A new, highly accessible commentary on Hegel's Phenomenology of Spirit.
This volume by Philip J. Kain is one of the most accessibly written books on Hegel's Phenomenology of Spirit available. Avoiding technical jargon without diluting Hegel's thought, Kain shows the Phenomenology responding to Kant in far more places than are usually recognized. This perspective makes Hegel's text easier to understand. Kain also argues against the traditional understanding of the absolute and touches on Hegel's relation to contemporary feminist and postmodern themes.
Philip J. Kain is Professor of Philosophy at Santa Clara University and is the author of Marx and Modern Political Theory: From Hobbes to Contemporary Feminism.
"…Kain offers a unique interpretation of Hegel's Phenomenology of Spirit, thereby providing an interesting inquiry and explanation of both the workings of Hegel's text, and the underlying theory (or theories) that inform it. " — Philosophy in Review
"I admire the simplicity of Kain's style. He is determined to appropriate Hegel's thought, not his cumbersome syntax. There is no fudging on positions here, nor rhetorical camouflage. The reader gets the impression that Hegel can be understood on his own terms and then used to confront contemporary problems. It is a comprehensive interpretation that makes a major contribution to Hegel studies and to socio-cultural studies, raises important questions in the philosophy of religion, and engages recent and significant scholarship. " — Michael G. Vater, coeditor of Hegel's Phenomenology of Spirit: New Critical Essays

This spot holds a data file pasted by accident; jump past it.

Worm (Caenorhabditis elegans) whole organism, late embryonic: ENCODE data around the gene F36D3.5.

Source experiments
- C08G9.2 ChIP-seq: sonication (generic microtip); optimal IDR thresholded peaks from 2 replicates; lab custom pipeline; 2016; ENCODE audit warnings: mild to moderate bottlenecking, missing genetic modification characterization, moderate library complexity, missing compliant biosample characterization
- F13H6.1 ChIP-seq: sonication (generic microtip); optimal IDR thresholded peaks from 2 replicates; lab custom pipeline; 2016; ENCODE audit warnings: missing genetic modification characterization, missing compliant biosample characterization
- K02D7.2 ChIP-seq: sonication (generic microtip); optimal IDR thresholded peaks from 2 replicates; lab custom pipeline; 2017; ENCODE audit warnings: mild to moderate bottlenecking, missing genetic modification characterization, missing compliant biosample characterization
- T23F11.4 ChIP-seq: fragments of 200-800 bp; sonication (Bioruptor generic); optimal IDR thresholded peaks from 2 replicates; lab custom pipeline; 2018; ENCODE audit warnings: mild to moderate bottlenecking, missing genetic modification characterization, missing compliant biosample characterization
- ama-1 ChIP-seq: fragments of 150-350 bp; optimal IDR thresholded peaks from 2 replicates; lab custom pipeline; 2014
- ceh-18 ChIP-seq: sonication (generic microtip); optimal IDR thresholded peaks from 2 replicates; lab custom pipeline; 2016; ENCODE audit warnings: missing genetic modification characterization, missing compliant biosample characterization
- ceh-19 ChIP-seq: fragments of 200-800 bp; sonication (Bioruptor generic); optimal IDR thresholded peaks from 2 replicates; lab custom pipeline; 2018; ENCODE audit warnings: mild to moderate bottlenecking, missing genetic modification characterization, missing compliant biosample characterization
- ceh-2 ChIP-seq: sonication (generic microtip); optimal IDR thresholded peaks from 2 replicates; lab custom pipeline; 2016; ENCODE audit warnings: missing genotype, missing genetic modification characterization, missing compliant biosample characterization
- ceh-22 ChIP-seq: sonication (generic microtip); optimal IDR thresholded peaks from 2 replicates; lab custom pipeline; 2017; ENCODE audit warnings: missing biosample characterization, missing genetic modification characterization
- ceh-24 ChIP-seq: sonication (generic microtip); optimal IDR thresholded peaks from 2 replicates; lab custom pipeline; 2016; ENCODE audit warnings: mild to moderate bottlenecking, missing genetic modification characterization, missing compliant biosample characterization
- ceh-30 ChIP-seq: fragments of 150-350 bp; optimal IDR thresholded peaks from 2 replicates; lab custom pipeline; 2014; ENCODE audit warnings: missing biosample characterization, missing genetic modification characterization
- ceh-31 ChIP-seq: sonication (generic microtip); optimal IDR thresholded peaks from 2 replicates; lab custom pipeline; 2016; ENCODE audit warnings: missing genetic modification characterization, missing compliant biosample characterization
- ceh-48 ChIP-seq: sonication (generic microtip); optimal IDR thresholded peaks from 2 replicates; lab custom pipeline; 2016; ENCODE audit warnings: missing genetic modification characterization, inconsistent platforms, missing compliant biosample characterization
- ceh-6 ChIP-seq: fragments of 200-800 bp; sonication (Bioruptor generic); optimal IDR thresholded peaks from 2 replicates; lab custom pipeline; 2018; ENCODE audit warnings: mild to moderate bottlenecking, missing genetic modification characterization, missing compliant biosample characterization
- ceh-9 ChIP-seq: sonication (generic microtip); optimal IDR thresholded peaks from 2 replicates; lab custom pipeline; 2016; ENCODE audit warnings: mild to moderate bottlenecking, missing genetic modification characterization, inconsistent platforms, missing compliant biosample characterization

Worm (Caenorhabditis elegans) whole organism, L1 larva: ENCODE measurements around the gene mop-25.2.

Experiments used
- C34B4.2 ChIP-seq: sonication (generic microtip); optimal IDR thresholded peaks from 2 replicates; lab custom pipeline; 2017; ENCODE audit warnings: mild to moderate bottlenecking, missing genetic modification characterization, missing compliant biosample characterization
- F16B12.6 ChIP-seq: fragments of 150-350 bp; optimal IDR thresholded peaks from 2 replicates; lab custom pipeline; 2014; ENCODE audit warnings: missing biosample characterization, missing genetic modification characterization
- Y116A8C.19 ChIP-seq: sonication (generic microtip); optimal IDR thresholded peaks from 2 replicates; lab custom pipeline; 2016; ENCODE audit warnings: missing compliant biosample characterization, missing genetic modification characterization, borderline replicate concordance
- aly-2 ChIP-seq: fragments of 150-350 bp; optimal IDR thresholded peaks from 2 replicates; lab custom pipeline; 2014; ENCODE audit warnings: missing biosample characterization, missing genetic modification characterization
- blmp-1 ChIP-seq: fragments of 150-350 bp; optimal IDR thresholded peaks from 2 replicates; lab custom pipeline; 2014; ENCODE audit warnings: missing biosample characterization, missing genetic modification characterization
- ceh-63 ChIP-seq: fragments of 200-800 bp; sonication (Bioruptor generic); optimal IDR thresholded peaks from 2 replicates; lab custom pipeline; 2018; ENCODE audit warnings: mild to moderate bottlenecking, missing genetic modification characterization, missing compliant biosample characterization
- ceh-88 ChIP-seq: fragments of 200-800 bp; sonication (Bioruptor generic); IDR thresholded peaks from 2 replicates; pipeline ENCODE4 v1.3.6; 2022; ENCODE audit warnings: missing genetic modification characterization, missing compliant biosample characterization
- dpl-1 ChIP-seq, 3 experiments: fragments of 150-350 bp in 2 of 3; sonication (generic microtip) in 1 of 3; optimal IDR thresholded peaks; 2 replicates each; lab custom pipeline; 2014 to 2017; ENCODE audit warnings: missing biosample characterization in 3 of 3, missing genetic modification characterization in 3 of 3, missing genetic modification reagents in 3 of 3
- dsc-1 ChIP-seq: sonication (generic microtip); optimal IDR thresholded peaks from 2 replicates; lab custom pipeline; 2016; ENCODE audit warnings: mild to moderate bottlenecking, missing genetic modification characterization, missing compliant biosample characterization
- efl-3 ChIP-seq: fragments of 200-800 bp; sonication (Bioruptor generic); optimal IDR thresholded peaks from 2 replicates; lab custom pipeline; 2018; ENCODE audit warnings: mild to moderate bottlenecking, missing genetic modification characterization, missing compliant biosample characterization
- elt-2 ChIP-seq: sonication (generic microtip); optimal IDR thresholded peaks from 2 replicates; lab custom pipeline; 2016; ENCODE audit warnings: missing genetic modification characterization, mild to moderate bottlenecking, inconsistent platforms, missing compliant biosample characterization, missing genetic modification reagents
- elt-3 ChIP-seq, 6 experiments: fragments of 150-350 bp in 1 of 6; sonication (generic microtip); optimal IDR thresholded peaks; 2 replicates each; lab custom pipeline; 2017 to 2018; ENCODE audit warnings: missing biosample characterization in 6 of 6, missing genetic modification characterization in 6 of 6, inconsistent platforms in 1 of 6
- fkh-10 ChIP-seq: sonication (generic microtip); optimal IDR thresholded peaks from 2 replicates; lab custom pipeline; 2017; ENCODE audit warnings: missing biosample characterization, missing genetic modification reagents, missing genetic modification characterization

"With exceptional straightforwardness of style, the author argues not only that a Kantian-type 'presuppositional necessity' is the bedrock of the phenomenological strategy in Hegel, but also that Kantian epistemology is at the center of the issues in the first three chapters of the Phenomenology, a treatment that is quite insightful and compelling. The extent of the connection to Kantian philosophy is unique and provocative and is certain to stimulate much discussion and debate. " — David A. Duquette, editor of Hegel's History of Philosophy: New Interpretations